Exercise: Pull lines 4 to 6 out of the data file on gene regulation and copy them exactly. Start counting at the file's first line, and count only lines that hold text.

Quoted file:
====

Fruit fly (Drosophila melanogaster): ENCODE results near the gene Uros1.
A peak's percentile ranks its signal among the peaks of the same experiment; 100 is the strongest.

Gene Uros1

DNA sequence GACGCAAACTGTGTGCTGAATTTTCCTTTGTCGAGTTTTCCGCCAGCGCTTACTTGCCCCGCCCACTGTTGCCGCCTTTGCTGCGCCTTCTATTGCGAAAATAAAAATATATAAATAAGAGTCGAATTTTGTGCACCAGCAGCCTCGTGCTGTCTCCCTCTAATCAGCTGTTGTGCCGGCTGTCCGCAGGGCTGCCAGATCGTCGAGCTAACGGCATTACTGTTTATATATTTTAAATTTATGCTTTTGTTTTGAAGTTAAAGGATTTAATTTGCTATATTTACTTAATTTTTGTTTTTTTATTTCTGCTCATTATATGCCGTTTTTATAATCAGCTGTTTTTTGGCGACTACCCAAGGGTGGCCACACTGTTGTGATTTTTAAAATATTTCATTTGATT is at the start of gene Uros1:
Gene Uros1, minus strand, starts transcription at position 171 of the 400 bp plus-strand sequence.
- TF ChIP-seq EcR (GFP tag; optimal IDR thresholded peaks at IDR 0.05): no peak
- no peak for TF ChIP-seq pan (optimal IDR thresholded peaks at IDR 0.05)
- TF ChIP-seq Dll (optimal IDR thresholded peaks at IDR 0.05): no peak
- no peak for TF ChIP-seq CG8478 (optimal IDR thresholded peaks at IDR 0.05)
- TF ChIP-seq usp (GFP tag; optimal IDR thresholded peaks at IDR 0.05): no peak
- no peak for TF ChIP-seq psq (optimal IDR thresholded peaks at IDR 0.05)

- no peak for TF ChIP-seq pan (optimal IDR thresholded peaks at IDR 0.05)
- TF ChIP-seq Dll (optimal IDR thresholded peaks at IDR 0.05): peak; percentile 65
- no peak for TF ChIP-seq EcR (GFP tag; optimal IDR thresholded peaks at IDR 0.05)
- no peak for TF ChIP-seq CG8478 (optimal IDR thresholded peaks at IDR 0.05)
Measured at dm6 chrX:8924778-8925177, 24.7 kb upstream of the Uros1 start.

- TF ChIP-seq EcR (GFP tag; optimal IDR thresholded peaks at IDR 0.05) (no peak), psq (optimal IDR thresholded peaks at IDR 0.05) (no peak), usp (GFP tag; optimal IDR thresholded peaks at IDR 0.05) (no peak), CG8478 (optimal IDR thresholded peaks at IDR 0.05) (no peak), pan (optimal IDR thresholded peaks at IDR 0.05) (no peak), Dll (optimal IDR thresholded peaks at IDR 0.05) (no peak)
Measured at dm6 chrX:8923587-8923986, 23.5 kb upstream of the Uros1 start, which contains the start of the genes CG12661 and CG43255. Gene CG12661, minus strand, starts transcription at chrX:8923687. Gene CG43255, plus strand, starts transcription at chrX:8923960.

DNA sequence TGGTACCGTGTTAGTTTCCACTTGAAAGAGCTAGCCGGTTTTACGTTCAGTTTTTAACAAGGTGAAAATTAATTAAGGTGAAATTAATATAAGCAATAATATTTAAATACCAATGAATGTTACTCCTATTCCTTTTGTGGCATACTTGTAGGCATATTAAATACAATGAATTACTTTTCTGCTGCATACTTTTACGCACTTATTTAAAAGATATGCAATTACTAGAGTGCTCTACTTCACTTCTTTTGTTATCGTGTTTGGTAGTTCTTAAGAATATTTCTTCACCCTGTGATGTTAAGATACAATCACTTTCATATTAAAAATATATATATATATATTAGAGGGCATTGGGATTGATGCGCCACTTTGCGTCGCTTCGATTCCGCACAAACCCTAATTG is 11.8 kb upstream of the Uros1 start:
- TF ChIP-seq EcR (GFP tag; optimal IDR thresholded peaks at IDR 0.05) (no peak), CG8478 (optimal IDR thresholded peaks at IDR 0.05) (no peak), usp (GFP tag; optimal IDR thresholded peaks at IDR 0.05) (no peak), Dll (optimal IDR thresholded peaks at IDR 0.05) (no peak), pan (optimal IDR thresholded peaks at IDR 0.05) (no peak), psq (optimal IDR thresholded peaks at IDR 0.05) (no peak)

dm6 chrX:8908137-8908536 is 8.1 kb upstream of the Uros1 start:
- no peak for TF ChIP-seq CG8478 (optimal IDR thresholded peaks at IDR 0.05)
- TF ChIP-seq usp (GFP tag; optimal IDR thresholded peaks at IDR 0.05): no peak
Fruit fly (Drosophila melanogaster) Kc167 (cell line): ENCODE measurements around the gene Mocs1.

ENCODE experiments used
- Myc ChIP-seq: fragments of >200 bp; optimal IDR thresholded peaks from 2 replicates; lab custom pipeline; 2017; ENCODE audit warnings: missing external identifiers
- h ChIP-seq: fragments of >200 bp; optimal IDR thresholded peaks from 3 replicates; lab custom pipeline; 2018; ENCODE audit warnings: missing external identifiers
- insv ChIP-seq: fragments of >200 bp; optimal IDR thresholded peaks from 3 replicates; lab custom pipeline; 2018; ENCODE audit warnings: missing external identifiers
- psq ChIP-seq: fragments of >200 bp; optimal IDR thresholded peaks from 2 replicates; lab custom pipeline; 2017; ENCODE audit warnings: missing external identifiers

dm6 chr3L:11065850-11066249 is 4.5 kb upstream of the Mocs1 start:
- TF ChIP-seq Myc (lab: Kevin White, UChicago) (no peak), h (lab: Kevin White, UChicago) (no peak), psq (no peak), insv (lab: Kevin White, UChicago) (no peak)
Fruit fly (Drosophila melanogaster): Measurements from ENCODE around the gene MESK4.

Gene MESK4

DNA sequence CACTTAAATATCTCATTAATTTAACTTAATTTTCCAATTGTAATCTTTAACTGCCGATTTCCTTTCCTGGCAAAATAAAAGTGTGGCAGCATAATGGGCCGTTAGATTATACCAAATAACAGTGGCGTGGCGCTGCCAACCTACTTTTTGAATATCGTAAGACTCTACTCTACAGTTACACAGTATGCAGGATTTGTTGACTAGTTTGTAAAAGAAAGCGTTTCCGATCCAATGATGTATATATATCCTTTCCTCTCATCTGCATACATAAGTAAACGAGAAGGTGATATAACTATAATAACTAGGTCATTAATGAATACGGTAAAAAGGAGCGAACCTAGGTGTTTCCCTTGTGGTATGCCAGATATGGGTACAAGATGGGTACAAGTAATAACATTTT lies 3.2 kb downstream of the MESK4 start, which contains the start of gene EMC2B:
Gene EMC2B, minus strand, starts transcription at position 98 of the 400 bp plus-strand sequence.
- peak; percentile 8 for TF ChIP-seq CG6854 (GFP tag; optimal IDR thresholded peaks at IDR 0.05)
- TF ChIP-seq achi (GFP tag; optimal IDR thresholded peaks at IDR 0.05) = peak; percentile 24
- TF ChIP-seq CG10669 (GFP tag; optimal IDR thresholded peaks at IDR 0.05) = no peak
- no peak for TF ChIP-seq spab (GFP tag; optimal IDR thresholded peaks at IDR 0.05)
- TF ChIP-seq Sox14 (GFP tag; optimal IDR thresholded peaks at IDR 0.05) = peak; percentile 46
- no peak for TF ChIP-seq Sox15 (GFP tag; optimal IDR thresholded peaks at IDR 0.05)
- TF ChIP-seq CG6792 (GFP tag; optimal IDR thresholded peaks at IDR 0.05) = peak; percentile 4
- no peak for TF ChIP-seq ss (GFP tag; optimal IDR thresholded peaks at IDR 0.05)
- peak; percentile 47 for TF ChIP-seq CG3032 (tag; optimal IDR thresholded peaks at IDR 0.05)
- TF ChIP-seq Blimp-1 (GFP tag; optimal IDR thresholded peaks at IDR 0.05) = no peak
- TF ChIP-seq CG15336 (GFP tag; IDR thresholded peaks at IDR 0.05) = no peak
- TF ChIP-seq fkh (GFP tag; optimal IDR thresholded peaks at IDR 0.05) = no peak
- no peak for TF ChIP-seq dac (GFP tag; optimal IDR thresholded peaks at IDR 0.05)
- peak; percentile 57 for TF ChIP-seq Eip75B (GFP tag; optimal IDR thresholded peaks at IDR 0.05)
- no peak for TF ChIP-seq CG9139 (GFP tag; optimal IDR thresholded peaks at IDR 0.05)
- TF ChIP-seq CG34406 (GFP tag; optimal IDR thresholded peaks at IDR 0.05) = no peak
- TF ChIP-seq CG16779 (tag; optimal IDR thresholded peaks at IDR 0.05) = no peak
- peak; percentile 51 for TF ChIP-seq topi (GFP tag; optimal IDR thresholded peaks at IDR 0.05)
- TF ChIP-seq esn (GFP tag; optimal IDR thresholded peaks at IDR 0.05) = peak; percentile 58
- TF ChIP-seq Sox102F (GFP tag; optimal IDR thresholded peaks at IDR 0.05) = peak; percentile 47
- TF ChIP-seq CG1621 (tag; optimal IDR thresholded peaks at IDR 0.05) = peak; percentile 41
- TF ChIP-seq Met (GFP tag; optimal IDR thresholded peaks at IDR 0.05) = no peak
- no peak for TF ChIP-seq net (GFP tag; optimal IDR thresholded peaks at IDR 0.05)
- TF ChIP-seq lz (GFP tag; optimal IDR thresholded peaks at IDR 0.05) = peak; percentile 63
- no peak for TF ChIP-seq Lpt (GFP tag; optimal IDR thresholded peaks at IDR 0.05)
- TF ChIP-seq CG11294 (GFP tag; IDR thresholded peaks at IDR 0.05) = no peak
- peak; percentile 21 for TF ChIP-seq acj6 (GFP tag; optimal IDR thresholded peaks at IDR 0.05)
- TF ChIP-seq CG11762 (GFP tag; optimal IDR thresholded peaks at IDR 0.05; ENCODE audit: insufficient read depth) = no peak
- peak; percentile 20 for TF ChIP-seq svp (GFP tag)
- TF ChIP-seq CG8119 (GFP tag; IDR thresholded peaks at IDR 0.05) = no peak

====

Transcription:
DNA sequence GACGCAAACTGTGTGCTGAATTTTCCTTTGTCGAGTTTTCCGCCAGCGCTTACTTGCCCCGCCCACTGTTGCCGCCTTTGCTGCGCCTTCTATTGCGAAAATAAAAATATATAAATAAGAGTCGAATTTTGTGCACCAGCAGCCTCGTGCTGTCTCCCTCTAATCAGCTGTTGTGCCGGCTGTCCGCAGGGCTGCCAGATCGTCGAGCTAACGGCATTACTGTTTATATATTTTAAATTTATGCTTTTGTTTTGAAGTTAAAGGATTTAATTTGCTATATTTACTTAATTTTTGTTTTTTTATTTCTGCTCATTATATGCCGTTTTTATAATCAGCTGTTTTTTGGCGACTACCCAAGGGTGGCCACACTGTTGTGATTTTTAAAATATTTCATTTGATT is at the start of gene Uros1:
Gene Uros1, minus strand, starts transcription at position 171 of the 400 bp plus-strand sequence.
- TF ChIP-seq EcR (GFP tag; optimal IDR thresholded peaks at IDR 0.05): no peak